We don’t need workbooks and worksheets to teach our children how to follow directions! Here are a 7 simple activities to help your child learn to process instructions. (Additional resources follow.)
Assuming your child can read on his own, have your child pick out a simple craft that he wants to try. This could be an art related craft, woodworking, paper folding, or anything else he can accomplish on his own with his own two hands.
Ask him to read and follow the directions — no help from mom other than providing the resources.
When he is finished, ask him to reread the instructions. Did he follow them? Exactly?
Wide-variety of resources and free books to use for inspiration on this one.
2. Call Me
Play a game of telephone.
One person starts with a simple message. She tells the next person, who then adds a short message of his own.
Keep going until … well you’ll know when to stop!
3. Make Your Own Instructions
Have your child direct you!
Ask him to provide you with instructions on how to do something. If he is old enough to write, have him write the directions down step by step (you can do the transcribing for younger students).
Do EXACTLY what the instructions say.
Rarely will things end up like the author would expect, and the student will learn the value of being specific!
4. Provide Directions to a Place
How would your student explain how to get to your home, a park, or another location?
Have him recite the directions step by step.
5. Play Follow the Leader
You are the leader and your child must imitate your actions — perfectly.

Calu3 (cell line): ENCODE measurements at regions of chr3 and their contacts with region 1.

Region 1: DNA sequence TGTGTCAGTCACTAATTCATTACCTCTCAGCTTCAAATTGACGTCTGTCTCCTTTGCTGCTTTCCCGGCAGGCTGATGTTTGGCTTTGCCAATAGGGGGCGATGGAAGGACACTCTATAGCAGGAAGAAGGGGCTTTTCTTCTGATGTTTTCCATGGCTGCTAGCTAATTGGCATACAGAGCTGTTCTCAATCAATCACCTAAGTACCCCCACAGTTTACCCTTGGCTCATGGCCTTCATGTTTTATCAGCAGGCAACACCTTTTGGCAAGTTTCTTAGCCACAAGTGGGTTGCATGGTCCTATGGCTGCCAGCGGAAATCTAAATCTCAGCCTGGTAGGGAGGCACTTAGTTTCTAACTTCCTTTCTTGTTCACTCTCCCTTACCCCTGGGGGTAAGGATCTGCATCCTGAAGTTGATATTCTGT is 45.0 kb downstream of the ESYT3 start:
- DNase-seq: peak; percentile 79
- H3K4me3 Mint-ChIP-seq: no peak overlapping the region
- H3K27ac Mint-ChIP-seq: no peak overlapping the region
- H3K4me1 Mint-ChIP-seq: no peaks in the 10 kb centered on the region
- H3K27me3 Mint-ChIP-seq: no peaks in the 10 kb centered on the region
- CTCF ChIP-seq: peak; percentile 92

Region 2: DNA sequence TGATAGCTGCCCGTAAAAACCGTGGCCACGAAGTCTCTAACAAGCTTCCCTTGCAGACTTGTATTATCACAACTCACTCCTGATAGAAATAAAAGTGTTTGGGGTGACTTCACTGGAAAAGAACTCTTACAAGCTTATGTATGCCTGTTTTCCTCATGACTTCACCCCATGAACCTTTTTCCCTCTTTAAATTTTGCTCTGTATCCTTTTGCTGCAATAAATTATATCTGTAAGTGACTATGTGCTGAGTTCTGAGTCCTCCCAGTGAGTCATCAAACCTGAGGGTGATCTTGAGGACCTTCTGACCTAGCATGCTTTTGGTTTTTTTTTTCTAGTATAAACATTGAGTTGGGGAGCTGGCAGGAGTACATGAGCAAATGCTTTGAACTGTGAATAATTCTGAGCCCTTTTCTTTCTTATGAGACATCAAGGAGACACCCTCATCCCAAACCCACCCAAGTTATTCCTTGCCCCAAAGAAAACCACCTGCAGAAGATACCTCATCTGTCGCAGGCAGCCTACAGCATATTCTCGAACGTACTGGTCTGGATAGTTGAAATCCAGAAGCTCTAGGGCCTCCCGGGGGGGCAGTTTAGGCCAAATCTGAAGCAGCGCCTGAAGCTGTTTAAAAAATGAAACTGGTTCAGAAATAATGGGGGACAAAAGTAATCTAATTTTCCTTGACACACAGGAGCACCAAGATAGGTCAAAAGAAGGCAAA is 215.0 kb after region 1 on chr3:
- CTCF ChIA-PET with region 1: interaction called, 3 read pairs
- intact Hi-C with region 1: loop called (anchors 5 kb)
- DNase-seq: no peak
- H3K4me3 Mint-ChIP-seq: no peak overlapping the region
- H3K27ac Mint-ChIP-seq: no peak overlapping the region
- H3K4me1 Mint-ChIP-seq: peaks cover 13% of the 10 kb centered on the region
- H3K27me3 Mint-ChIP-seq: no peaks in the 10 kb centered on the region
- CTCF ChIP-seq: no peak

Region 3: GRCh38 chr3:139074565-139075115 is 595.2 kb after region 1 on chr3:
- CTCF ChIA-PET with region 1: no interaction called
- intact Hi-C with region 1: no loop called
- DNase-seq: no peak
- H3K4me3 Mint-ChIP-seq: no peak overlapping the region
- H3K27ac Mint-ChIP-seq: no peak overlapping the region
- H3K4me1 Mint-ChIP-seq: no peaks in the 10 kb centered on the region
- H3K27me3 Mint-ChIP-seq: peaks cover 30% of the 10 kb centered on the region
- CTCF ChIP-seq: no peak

To mix it up, switch places.
The more the merrier on this one!
Use a simple recipe created for kids to make something together. But let your child be the cook — you supervise.
Make sure he knows what the basic instructions refer to (stir, bake, etc.) in advance.
Betty Crocker’s Cook Book for Boys and Girls
Free download and great resource!
Also see more below.
7. Treasure Hunt
We love these!
Hide a treasure and make a map with instructions to the treasure.
For example, “From the birdbath take three steps west.”
A compass is a nice touch. Oh, and if the instructions rhyme, that’s even better!
In the past we have also used visual cues or photos.
You’ll find many ideas in our archives:
- General Scavenger Hunt Ideas
- Bug Scavenger Hunt
- Geography Scavenger Hunt
- Scaventure Kids
A game where you have to do something with what you find.
You’ll find many simple crafts with easy directions at Enchanted Learning.
Make your own compass and then use it to complete the orienteering nature study that follows.
Hard-Boiled Egg Mice
Simple recipe to follow. And cute!
This Williams-Sonoma book, subtitled Scrumptious Recipes for Cooks Ages 9 to 13, has been a big hit in our home. Every recipe includes very specific instructions with lavish illustrations — great for a novice in the kitchen! The front of the book includes an illustrated glossary of sorts showing the equipment, tools and utensils and other supplies you may use in cooking, along with basic instructions for measuring ingredients, following a recipe, and basic cooking techniques (cutting, chopping, shredding).
Breakfast, soups, salads and veggies, lunch and dinner, and dessert recipes are included. Some are basic, like pudding, chocolate cake, fried egg and toast, macaroni with lots and lots of cheese, old-fashioned mashed potatoes, and corn on the cob. And others are a little more refined, such as fresh fruit shake, sunflower rice, lemony shrimp kabobs, peanut butter cupcakes, lemon-orange ice, and chicken fajitas. All taste great!
Notebooking page from Ranger Rick that helps you make a treasure map.